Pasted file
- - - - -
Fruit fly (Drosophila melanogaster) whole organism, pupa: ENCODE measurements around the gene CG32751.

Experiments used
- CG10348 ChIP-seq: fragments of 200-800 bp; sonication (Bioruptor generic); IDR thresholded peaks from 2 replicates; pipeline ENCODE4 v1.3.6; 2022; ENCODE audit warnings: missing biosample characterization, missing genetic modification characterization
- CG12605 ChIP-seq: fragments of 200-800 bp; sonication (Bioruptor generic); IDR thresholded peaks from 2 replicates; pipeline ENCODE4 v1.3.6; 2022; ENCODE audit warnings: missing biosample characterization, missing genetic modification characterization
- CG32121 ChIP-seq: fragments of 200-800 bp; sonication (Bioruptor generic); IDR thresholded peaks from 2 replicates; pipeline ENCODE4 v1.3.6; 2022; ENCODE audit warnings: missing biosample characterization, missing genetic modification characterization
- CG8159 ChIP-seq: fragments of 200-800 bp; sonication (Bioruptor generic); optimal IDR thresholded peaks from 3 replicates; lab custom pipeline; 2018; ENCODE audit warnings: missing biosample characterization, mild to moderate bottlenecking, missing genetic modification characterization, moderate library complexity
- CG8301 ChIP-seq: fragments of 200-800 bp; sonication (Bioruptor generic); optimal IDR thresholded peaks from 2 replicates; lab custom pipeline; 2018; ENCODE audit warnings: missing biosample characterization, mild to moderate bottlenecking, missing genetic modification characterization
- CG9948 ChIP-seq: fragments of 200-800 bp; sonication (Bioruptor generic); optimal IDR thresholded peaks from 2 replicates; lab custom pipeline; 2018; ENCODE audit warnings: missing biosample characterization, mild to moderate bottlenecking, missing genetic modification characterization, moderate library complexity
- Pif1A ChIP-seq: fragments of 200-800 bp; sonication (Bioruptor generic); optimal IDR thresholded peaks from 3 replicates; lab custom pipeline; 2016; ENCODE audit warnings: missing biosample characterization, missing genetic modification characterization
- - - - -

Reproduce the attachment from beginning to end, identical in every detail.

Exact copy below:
Fruit fly (Drosophila melanogaster) whole organism, pupa: ENCODE measurements around the gene CG32751.

Experiments used
- CG10348 ChIP-seq: fragments of 200-800 bp; sonication (Bioruptor generic); IDR thresholded peaks from 2 replicates; pipeline ENCODE4 v1.3.6; 2022; ENCODE audit warnings: missing biosample characterization, missing genetic modification characterization
- CG12605 ChIP-seq: fragments of 200-800 bp; sonication (Bioruptor generic); IDR thresholded peaks from 2 replicates; pipeline ENCODE4 v1.3.6; 2022; ENCODE audit warnings: missing biosample characterization, missing genetic modification characterization
- CG32121 ChIP-seq: fragments of 200-800 bp; sonication (Bioruptor generic); IDR thresholded peaks from 2 replicates; pipeline ENCODE4 v1.3.6; 2022; ENCODE audit warnings: missing biosample characterization, missing genetic modification characterization
- CG8159 ChIP-seq: fragments of 200-800 bp; sonication (Bioruptor generic); optimal IDR thresholded peaks from 3 replicates; lab custom pipeline; 2018; ENCODE audit warnings: missing biosample characterization, mild to moderate bottlenecking, missing genetic modification characterization, moderate library complexity
- CG8301 ChIP-seq: fragments of 200-800 bp; sonication (Bioruptor generic); optimal IDR thresholded peaks from 2 replicates; lab custom pipeline; 2018; ENCODE audit warnings: missing biosample characterization, mild to moderate bottlenecking, missing genetic modification characterization
- CG9948 ChIP-seq: fragments of 200-800 bp; sonication (Bioruptor generic); optimal IDR thresholded peaks from 2 replicates; lab custom pipeline; 2018; ENCODE audit warnings: missing biosample characterization, mild to moderate bottlenecking, missing genetic modification characterization, moderate library complexity
- Pif1A ChIP-seq: fragments of 200-800 bp; sonication (Bioruptor generic); optimal IDR thresholded peaks from 3 replicates; lab custom pipeline; 2016; ENCODE audit warnings: missing biosample characterization, missing genetic modification characterization